His photos have appeared in Esquire and the former Newsweek, Condé Nast Traveler and Departures. His blog is studded with pictures of visits to Ibiza and Southampton, but Wyatt Gallery, an actual human being and not a place where art is shown, is these days focused on something with a distinctly lower- key flavor: a quiet, haunting series of images documenting the Jewish experience in the Caribbean, from tiny, sand-floored synagogues in St. Thomas, USVI, to perfectly-preserved 18th century gravestones in a shaded jungle far upriver in Suriname.
Wyatt Gallery considers the West Indies his second home. The fascination with the region began on a trip with friends to Costa Rica in 1996, while a student at New York University (NYU). Trading a job as a photo editor at Entertainment Weekly for some time on the beach, Gallery found himself on the Caribbean coast of Costa Rica where he was amazed by the Jamaican influence, one that he had come to know from living in New York. After living on the beach for two months with a group of hybrid Jamaican-Costa Ricans surfers, Gallery took his first photos of religious sites.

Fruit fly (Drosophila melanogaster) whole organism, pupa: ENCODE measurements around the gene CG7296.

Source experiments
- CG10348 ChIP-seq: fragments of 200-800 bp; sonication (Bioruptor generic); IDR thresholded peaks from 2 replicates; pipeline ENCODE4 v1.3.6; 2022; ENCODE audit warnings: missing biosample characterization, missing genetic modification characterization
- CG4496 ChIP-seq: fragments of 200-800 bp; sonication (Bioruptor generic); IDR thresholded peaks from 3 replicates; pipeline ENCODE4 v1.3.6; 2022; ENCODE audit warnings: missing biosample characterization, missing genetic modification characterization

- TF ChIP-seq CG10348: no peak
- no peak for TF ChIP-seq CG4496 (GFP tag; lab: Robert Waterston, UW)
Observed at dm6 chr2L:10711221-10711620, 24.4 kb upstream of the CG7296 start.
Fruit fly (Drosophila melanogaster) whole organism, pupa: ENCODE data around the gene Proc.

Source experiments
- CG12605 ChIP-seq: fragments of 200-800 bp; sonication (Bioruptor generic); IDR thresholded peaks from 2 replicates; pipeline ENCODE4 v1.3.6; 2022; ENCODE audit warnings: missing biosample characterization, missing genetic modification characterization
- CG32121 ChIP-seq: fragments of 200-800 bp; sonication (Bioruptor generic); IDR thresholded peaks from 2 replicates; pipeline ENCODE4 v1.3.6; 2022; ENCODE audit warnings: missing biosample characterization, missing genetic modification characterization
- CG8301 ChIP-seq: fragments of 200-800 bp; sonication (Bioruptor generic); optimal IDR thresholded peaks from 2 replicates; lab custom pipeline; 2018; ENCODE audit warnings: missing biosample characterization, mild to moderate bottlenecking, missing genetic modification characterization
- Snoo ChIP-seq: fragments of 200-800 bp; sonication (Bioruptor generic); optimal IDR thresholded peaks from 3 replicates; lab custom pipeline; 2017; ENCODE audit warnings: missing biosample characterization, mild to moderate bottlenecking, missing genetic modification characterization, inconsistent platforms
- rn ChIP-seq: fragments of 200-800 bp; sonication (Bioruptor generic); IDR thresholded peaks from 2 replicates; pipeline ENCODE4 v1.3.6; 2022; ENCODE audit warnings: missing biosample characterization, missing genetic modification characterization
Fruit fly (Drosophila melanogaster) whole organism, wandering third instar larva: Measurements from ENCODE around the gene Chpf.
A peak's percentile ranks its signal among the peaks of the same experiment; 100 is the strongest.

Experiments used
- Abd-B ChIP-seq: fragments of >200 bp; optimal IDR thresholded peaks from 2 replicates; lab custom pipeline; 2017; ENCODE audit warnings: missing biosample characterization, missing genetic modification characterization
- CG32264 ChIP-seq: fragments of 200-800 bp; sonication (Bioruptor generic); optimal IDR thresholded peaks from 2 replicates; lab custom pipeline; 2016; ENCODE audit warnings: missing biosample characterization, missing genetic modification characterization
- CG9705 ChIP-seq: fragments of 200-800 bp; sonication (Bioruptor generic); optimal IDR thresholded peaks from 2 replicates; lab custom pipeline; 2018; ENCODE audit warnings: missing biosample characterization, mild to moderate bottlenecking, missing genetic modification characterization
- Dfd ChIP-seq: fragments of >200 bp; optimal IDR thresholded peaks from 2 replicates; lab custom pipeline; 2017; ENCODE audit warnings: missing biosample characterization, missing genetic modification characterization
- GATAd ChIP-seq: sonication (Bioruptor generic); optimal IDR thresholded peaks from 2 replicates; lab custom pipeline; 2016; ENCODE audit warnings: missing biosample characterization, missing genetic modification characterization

Back at NYU, he won a prestigious grant to pursue a photo project that involved travel. Intrigued by what he had heard of carnival in Trinidad, Gallery decided to head South and beyond the obvious delights of ‘mas’, he fell in love with the island, its mix of Hindu temples, Catholic churches and mosques. A year later, in 1999, he was back on the island a Fulbright scholarship in hand, which funded photography of religious places there. “It felt like home,” he said.